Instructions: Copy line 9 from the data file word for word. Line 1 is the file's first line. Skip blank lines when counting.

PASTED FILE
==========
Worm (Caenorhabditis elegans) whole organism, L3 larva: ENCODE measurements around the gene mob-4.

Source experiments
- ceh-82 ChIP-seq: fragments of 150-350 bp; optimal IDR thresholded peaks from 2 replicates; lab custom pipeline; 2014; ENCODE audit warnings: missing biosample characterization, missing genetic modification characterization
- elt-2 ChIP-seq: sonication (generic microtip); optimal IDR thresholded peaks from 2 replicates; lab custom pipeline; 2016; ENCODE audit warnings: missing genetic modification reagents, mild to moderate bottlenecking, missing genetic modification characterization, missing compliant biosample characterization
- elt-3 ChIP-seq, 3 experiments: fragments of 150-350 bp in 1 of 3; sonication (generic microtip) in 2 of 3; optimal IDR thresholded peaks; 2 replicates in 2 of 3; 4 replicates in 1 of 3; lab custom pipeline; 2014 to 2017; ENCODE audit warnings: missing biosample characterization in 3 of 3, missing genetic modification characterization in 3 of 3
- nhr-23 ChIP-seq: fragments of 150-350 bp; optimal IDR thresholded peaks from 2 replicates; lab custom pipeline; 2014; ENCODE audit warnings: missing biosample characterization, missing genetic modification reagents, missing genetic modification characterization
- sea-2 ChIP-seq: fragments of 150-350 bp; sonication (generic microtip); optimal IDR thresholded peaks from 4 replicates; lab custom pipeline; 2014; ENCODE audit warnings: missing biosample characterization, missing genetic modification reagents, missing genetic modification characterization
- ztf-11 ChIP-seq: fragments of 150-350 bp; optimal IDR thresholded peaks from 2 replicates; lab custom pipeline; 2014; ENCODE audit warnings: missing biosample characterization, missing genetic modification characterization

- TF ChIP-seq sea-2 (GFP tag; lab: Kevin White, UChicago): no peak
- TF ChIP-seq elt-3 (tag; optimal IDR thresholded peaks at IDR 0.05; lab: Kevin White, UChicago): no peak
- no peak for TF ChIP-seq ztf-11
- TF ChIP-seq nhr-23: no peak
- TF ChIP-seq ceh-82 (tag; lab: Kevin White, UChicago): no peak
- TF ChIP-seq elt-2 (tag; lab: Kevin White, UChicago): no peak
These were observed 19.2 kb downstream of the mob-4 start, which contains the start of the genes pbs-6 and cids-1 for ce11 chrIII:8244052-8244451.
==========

- TF ChIP-seq sea-2 (GFP tag; lab: Kevin White, UChicago): no peak